The following is a transcript from New South Wales parliament, where Dr. Geoff Lee, Member for Parramatta mentions Parramatta Marist High School (the first Australian school to implement PBL in full), who… “has opened up its classrooms and it provides a problem-based learning environment that challenges students and empowers them to work in teams to sort out their problems.”
Dr GEOFF LEE (Parramatta) [5.38 p.m.]: I bring to the attention of the House my support for local schools in the Parramatta electorate, particularly Yates Avenue Public School, Dundas Public School and Parramatta Marist High School. A few months ago I was fortunate to attend Yates Avenue Public School for its open day, in conjunction with Telopea community services, which was attended by hundreds of people. It was great to be part of the celebrations. That school’s successful community builder’s grant of $14,000 will modernise its out-of-hours school care facility not only for students but also for parents and teachers. Many rooms have been refurbished in this small school that has a big heart. It has a couple of new preschool rooms the opening of which will be eagerly awaited by me. I commend its principal, Tracey Lee, for her work in developing the school, in addition to Kirsten Groll and Jo Smith. I was provided with a delicious morning tea.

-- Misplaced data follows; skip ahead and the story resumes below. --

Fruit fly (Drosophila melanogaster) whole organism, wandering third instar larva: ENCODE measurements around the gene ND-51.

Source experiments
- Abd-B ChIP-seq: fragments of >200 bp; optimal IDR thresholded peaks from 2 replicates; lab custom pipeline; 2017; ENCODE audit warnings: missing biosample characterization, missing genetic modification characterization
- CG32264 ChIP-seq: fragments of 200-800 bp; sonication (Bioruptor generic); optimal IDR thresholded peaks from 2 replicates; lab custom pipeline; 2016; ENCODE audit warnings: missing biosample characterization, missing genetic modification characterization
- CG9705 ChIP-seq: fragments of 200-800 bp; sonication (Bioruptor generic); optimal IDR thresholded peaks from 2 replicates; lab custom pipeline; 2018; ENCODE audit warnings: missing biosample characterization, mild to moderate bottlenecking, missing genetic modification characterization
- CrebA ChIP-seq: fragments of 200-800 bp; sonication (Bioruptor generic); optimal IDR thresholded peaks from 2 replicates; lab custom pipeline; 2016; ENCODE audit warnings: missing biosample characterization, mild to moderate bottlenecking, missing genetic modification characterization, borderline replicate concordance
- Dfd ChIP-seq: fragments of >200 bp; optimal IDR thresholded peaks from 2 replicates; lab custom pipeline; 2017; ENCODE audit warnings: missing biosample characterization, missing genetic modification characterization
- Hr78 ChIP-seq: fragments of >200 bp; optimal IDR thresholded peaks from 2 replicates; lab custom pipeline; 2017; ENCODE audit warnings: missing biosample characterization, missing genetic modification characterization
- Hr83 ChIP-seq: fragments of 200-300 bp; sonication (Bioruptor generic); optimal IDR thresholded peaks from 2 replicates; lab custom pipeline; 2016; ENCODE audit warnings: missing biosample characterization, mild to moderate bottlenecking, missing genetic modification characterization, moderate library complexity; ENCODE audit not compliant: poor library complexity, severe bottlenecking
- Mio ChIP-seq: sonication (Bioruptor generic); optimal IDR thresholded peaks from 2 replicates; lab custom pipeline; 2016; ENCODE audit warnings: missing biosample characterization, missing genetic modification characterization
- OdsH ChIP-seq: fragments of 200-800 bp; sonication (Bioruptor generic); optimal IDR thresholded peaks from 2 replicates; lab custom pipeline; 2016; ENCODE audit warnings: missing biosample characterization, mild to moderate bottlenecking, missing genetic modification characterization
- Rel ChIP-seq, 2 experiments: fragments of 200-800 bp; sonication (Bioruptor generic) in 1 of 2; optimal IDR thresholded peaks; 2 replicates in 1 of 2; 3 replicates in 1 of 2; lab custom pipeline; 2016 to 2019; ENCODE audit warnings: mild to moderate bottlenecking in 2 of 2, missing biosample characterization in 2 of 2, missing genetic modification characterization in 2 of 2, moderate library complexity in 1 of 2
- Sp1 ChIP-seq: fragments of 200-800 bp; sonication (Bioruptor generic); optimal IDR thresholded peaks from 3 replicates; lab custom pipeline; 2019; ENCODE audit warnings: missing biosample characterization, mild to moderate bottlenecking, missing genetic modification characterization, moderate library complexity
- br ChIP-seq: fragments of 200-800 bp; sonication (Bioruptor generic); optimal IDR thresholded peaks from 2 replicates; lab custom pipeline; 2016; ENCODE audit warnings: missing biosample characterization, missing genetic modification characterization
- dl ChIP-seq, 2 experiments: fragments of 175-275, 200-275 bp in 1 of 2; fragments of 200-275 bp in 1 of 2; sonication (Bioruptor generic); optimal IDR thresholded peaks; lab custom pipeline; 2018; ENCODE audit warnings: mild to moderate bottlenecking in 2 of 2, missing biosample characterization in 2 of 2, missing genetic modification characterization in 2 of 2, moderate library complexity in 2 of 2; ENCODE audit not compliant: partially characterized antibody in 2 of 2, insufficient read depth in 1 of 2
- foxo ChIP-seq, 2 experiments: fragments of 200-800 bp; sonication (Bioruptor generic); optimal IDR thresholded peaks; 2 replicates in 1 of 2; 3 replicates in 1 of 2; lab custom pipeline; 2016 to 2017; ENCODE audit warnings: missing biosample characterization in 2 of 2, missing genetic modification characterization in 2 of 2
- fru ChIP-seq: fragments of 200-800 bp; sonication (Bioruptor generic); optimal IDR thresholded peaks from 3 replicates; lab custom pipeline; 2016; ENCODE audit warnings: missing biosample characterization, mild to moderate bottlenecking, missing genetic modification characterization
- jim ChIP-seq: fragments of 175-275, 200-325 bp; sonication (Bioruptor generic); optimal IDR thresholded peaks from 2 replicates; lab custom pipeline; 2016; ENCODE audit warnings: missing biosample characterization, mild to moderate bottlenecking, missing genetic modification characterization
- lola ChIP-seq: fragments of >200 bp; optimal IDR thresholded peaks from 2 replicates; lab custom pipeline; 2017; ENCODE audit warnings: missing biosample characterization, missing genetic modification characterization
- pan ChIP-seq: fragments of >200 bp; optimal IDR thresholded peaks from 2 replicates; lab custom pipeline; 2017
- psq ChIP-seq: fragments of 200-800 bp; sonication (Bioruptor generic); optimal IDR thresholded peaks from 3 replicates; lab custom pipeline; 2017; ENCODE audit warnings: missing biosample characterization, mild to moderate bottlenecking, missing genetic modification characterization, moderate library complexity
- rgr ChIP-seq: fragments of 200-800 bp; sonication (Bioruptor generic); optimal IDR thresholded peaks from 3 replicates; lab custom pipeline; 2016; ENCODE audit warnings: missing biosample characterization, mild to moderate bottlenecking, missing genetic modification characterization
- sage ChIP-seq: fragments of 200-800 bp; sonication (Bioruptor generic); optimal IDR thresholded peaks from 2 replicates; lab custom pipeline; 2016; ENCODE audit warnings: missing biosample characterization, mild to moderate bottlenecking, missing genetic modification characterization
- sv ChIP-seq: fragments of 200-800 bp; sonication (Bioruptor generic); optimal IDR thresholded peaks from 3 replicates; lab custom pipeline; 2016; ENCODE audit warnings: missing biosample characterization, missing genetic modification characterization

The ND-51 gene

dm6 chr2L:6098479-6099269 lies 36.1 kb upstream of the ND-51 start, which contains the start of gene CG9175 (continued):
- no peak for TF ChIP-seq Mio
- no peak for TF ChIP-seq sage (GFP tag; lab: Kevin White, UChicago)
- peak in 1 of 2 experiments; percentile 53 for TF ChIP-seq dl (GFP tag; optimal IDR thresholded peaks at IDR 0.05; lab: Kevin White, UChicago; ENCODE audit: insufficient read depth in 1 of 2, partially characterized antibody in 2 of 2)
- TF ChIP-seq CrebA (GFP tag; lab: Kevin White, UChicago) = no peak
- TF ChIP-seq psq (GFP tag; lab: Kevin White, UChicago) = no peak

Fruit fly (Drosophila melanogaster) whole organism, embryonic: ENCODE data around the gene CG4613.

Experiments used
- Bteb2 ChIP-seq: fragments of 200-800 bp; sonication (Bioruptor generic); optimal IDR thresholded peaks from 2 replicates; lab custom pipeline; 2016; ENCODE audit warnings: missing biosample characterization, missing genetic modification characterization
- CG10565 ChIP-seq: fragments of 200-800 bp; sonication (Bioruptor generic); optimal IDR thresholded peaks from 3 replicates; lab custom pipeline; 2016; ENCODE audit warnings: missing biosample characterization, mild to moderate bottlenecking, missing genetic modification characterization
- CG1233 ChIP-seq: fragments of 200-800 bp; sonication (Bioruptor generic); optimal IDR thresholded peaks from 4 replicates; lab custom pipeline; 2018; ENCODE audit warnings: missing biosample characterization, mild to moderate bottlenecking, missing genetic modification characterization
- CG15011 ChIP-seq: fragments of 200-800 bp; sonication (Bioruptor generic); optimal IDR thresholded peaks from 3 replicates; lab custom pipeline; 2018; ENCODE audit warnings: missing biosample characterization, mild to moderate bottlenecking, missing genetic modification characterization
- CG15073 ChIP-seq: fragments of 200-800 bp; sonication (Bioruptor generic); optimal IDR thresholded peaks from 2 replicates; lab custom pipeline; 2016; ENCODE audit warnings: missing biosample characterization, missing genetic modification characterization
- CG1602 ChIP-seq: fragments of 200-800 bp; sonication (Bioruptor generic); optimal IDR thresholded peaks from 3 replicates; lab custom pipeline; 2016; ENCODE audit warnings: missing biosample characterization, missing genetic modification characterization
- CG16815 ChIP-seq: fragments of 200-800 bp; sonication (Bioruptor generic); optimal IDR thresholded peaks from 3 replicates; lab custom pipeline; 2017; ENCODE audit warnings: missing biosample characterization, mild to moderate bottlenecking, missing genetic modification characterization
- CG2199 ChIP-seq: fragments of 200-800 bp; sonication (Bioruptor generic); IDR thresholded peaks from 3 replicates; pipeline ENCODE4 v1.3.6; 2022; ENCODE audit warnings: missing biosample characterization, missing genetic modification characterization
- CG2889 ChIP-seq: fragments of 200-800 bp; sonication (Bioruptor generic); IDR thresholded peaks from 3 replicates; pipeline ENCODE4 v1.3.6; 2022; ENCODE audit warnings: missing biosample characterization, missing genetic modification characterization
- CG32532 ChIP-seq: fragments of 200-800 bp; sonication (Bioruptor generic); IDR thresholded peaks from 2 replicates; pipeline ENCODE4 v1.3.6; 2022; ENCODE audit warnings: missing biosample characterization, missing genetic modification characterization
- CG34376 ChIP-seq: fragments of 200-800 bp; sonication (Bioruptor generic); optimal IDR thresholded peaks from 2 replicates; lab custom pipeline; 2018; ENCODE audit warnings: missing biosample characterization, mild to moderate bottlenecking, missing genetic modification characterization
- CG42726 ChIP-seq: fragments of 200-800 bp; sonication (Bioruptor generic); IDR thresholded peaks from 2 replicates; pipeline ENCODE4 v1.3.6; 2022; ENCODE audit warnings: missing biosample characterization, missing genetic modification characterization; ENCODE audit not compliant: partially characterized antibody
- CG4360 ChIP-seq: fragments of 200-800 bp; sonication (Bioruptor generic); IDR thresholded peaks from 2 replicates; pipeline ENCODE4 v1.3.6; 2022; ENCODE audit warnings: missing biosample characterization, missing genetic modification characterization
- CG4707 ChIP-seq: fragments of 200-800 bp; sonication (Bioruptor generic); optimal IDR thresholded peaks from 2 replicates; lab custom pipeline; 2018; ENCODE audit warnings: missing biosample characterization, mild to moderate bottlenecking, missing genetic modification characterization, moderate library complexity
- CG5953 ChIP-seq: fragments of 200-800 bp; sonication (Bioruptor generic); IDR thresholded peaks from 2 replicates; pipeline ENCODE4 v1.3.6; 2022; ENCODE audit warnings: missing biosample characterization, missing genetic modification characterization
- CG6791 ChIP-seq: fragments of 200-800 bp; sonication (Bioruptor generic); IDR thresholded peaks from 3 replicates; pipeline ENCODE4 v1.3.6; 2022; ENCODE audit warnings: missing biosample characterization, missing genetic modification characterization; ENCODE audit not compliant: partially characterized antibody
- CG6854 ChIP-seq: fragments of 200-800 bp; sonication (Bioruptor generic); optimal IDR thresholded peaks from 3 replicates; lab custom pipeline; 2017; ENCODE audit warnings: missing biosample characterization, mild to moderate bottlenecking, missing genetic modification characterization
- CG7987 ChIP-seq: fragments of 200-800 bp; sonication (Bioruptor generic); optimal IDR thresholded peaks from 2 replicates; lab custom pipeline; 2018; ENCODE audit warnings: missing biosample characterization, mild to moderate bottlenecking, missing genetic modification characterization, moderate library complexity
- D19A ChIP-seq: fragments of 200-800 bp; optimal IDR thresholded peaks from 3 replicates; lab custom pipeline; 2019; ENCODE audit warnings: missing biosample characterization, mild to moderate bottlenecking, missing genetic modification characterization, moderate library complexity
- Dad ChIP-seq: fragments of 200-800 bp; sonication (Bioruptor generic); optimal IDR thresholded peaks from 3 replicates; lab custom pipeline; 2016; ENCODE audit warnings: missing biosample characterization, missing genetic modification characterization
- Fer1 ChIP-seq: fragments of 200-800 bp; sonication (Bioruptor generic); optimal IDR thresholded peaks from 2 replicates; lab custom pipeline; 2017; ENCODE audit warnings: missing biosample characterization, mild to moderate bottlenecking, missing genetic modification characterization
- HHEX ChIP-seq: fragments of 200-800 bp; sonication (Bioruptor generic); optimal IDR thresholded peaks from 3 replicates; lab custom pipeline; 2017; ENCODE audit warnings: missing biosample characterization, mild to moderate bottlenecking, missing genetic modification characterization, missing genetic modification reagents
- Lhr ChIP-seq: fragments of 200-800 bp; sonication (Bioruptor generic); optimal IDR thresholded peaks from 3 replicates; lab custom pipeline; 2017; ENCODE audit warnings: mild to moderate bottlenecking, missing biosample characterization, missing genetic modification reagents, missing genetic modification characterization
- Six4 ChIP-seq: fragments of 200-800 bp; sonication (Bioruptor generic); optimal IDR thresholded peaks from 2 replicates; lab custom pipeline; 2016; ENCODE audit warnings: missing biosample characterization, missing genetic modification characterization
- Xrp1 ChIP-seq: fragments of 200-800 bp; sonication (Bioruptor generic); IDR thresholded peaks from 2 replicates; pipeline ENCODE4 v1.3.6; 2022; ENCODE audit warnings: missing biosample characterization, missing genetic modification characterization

I met Jan Thurgar, principal of Dundas Public School, who runs an effective and well-loved school in the area. I also met Melissa McAulay, president of the parents and citizens association, who did most of the baking for the best morning tea I have ever had. I hope to be invited again to partake of the array of cakes, cookies and delicacies, which was akin to having high tea in Dundas. I also congratulate other members of the parents and citizens association—Sue King, Cath Willcox, Kim Thomas, Amanda Hao, Connie Sheaves and Mary Mansell—who spent time with me to discuss some of the issues of importance to their community, for example, Local Schools, Local Decisions. They told me what that program meant for their school and they were well informed of its implications.
They acknowledged some of the challenges that it would present for principals and said that it seemed like the good idea to give principals more scope as they were are at the heart of decision-making in the areas of investment and staffing arrangements. I have referred on other occasions in this Chamber to Parramatta Marist High School. Full credit goes to its principal, Brother Patrick Howlett, who runs a good school which has a problem-based approach to learning. As a former teacher I am aware that it is difficult to teach adolescent boys or young men. However, this school has opened up its classrooms and it provides a problem-based learning environment that challenges students and empowers them to work in teams to sort out their problems. It was great to see the involvement of staff.
That technology high school has achieved success as a result of its curriculum changes to problem-based learning, its use of technology and the time and effort it has invested in staff. I also commend assistant principals Peter Stephens and Shane Morris, business manager Anne Clark, leader of pedagogy Gavin Hays, religious education coordinator Kurt Challinor, Karyn West and Adam Henry for their work. I have often been asked whether alternative education is as good as chalk and talk where the teacher is the conveyor of all knowledge. Problem-based learning offers students a valuable tool and empowers them to learn by resolving their own problems. I commend Parramatta Marist High School on being named last year as being in the top 100 schools throughout the State. Well done, Parramatta Marist.